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Wilderness Makes Cents! How Much Are People Willing To Pay for Wilderness?
This article is from Issue Wilderness Benefits - Vol. 7 No. 1.
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One of the ways that social scientists determine how much benefit people receive from something is to find out how much they would be willing to pay for it. In this study, the scientists wanted to know how much money people would be willing to spend to receive recreation use benefits from wilderness. They also wanted to know how much money people would be willing to spend to receive passive use benefits from wilderness.
Meet the scientists that contributed to this article:
"Science Topics" covered in this article:
"Environmental Topics" covered in this article:
Regions covered in this article:
"Thinking About Science Themes" covered in this article:
To discover new information, scientists must have one of two things. They either need new data, or they need a new way to examine existing data. Data are representations of the things that scientists want to understand. Most of the time, we think of data as numbers that represent measurements or counts of the things being studied. Data can also be words or pictures that represent the objects being studied. In this study, the scientists were interested in some of the benefits that people receive from wilderness. To understand those benefits, the scientists examined existing data in new ways. The data they used were numbers, and those numbers came from research that had been done by other scientists.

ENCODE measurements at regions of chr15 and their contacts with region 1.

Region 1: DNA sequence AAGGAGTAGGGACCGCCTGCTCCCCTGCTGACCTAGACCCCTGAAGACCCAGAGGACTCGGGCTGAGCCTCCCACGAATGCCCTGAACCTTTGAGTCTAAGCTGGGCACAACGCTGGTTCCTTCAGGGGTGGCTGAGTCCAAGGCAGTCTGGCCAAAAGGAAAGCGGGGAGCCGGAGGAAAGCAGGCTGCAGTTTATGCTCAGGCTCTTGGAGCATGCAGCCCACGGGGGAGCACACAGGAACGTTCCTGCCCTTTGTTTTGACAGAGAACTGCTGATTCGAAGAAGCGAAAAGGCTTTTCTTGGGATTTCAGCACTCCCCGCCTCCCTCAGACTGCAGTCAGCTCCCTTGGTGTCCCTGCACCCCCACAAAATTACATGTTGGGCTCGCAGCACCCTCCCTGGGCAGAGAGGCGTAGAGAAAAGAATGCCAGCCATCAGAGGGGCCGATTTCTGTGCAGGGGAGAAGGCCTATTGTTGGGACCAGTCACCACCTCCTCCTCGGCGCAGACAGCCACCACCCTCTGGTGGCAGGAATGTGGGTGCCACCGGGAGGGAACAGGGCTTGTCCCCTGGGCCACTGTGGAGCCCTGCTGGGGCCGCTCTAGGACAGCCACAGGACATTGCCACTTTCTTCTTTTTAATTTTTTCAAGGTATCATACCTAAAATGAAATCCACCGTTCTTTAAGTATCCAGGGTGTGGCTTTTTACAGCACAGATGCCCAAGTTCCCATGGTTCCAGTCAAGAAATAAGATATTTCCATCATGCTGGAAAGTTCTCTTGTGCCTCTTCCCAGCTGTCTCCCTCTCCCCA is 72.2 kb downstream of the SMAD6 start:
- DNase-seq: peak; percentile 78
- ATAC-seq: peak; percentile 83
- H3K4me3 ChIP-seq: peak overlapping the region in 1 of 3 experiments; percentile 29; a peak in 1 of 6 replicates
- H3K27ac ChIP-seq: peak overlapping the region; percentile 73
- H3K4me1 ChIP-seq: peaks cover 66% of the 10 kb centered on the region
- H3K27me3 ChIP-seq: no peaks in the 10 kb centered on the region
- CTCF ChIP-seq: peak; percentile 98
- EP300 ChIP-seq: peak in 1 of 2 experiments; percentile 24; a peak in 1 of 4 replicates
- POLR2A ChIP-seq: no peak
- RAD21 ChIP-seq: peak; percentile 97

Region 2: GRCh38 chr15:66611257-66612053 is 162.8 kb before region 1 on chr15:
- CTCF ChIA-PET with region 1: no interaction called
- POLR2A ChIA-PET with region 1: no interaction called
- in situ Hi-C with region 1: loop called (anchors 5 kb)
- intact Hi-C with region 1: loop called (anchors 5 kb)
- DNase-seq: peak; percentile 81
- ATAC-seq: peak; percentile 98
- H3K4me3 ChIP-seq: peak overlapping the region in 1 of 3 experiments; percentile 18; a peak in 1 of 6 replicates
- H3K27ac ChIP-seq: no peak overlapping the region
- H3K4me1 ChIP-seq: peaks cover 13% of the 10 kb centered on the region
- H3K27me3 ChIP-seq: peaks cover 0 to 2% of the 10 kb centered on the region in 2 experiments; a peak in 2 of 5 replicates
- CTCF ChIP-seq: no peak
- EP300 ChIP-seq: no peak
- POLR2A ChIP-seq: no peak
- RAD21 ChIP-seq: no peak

Specific "Thinking About Science" Themes:"Thinking About Environmental Themes" covered in this article:
Wildernesses are places that are legally protected from human development. As areas that are not developed, people enjoy unique benefits from them. One type of benefit that people receive from wilderness is the chance to do things like hike, camp, and canoe in a totally natural area, away from things like roads, electricity, and buildings. This type of benefit is called a recreation use benefit by social scientists. Another type of wilderness benefit identified by social scientists is called a passive use benefit. There are three types of passive use benefits. One of these is appreciation felt because of having the option to visit a wilderness in the future. A second type of passive use benefit is appreciation of being able to pass along to their children the opportunity to use wilderness in the future. A third type of passive use benefit is just knowing that wilderness exists, even if the person never plans to visit them. In this study, the scientists considered both the recreation and the passive use benefits of wilderness.
Specific "Thinking About the Environment" Themes:NSE Standards covered in this article:
Science Benchmarks covered in this article: